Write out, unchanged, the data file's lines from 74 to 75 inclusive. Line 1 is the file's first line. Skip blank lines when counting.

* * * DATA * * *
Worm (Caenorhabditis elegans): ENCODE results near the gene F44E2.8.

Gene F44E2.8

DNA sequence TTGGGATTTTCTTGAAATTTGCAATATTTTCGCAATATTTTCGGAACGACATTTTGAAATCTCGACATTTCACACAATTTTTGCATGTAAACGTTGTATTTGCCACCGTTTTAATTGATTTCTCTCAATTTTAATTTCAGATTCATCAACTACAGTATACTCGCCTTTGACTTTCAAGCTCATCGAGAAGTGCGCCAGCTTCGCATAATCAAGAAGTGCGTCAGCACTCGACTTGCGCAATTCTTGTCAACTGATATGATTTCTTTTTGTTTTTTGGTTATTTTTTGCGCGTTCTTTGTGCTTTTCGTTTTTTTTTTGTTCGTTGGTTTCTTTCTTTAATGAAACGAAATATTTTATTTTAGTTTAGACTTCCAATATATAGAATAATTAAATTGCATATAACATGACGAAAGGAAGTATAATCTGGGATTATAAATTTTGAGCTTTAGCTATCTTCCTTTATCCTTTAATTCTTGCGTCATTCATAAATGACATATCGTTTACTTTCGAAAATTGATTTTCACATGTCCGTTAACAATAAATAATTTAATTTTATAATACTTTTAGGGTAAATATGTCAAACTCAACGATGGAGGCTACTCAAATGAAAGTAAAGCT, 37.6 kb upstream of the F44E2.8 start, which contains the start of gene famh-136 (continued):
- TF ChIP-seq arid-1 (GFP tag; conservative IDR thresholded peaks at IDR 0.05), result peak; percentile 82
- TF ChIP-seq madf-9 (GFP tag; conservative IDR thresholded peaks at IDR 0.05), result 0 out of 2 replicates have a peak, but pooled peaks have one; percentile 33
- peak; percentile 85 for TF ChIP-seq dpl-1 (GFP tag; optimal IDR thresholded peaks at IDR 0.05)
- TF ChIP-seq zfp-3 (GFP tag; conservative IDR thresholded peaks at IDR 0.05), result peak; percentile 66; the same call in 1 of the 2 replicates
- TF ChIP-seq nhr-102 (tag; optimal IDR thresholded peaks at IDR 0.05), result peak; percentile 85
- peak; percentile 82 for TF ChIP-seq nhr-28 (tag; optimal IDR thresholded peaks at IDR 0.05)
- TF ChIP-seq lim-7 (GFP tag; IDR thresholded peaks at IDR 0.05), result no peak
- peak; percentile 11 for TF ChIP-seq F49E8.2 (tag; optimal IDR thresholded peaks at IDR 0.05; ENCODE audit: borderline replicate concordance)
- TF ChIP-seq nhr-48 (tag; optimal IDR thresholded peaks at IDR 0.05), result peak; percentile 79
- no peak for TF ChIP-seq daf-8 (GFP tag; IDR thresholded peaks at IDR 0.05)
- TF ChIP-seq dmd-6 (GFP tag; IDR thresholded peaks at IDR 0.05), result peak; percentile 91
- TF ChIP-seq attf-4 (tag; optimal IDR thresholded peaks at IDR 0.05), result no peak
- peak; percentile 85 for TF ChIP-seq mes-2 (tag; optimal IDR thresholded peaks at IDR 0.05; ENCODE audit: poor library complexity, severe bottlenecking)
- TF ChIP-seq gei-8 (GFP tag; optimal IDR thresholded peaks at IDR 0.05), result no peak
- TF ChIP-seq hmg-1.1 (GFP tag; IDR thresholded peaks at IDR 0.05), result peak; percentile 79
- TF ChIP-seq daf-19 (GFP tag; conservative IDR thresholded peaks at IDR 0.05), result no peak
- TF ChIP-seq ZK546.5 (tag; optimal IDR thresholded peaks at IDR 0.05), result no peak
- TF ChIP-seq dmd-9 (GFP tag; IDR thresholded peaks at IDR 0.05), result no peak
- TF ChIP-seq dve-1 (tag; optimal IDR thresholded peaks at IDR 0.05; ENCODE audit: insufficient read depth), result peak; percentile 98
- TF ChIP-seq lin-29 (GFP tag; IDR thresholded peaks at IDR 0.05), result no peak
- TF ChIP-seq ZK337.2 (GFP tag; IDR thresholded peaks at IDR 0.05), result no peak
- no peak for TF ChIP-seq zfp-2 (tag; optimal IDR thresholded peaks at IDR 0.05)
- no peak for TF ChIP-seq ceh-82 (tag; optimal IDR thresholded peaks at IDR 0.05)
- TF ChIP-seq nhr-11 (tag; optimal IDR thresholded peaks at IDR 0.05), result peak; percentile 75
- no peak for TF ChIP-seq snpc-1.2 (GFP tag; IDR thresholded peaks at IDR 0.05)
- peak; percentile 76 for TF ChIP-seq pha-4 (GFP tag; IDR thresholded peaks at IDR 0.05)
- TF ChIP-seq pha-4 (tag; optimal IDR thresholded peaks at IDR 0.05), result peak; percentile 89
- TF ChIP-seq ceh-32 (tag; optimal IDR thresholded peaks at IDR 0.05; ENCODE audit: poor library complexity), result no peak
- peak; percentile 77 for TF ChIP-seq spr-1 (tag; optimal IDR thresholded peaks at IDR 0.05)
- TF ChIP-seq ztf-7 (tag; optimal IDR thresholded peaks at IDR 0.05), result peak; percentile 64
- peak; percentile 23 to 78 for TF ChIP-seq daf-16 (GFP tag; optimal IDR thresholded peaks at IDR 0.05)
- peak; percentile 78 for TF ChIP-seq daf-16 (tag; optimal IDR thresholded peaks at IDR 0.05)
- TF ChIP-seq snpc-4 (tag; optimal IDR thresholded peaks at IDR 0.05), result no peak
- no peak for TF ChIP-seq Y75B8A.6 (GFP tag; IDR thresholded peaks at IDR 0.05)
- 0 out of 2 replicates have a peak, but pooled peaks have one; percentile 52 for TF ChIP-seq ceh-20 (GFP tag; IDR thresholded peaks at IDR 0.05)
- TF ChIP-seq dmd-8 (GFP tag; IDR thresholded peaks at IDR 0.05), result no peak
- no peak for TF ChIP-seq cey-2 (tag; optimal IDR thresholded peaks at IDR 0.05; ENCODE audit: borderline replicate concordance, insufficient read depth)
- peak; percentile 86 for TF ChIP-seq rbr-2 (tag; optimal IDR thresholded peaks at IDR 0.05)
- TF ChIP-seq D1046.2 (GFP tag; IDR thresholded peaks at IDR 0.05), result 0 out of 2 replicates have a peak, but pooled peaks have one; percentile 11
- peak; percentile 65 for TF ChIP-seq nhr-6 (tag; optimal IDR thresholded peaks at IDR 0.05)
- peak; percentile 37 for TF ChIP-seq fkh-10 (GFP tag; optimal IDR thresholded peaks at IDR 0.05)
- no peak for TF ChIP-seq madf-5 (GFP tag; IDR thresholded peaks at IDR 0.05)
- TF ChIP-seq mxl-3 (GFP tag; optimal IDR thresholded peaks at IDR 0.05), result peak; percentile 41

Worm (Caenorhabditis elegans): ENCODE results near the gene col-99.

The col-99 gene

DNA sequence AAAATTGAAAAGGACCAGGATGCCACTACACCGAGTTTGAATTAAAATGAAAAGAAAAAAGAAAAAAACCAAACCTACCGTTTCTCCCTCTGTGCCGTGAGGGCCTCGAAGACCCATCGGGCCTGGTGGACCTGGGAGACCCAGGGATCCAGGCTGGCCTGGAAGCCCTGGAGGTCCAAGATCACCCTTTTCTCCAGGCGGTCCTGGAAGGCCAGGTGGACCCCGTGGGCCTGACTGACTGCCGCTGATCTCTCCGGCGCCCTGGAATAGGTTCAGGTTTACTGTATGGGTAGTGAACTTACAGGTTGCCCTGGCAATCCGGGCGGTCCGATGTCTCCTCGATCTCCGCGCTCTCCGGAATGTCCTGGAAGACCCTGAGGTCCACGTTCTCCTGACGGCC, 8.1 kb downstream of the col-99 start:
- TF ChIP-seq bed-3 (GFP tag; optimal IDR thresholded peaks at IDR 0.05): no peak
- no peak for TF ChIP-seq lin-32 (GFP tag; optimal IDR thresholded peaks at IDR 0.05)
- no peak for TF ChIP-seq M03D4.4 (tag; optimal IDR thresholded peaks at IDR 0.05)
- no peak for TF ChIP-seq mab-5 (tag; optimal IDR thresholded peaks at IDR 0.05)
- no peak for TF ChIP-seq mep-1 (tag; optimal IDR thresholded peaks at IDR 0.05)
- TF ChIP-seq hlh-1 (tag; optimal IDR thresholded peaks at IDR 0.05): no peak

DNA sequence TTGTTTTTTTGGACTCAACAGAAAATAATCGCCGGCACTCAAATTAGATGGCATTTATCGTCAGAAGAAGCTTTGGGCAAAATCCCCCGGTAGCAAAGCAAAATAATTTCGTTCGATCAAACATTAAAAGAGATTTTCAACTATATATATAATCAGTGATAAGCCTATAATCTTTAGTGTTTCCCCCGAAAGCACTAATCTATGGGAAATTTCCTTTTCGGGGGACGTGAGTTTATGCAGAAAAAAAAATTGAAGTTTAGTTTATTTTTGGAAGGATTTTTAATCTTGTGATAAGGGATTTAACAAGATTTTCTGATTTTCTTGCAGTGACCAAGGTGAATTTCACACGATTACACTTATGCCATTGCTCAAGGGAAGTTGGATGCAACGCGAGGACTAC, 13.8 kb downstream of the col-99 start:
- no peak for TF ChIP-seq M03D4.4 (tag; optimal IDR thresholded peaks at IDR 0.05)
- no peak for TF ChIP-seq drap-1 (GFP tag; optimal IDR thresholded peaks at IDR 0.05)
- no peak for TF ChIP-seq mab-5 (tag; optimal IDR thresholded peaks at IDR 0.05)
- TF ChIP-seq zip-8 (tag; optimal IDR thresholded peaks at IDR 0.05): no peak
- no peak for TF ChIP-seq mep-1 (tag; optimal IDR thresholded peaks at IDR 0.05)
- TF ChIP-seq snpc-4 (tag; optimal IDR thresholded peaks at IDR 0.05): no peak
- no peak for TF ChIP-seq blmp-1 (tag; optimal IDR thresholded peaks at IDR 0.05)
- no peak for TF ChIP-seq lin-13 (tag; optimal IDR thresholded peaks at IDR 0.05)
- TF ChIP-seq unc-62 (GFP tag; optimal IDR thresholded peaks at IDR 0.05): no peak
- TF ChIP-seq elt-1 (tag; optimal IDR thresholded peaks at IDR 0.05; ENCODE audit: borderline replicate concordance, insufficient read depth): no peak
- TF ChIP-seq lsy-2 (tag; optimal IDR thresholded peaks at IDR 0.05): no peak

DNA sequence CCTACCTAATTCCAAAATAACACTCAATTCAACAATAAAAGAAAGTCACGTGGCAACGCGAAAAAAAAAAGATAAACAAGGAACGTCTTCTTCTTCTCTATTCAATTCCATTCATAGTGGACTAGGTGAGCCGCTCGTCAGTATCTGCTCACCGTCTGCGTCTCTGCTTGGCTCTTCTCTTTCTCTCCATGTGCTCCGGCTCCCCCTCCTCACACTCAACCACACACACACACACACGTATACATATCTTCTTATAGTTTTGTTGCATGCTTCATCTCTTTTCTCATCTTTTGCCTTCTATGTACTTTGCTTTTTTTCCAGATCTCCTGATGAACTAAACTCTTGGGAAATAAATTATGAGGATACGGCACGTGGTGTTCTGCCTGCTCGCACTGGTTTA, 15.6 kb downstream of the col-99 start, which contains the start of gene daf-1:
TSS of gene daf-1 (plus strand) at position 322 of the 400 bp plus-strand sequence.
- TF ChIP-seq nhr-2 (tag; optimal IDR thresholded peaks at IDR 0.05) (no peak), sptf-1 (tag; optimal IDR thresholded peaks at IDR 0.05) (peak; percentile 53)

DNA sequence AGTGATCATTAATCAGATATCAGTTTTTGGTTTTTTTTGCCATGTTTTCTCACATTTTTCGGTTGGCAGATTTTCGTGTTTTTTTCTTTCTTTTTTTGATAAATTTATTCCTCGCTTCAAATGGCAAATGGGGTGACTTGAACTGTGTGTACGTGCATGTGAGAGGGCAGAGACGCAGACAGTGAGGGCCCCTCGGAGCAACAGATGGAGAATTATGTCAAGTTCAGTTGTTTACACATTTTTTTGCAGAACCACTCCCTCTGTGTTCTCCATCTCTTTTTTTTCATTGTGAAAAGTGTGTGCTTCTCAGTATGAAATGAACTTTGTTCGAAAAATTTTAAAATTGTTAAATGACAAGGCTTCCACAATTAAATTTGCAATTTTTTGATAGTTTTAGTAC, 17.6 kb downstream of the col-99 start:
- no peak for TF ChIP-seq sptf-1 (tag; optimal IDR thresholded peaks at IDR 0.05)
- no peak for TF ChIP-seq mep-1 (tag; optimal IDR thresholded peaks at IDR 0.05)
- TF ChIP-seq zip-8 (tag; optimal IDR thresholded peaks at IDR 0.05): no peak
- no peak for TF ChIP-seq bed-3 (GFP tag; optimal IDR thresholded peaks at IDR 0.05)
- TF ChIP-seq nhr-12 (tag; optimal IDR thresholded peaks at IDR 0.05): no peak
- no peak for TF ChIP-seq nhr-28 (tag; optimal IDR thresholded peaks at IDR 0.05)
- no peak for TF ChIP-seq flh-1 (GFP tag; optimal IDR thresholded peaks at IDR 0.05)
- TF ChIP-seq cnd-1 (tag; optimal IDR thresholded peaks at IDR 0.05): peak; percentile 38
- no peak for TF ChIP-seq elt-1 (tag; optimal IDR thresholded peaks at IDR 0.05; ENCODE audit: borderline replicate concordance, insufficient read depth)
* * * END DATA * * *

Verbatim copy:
- TF ChIP-seq zip-8 (tag; optimal IDR thresholded peaks at IDR 0.05): no peak
- no peak for TF ChIP-seq bed-3 (GFP tag; optimal IDR thresholded peaks at IDR 0.05)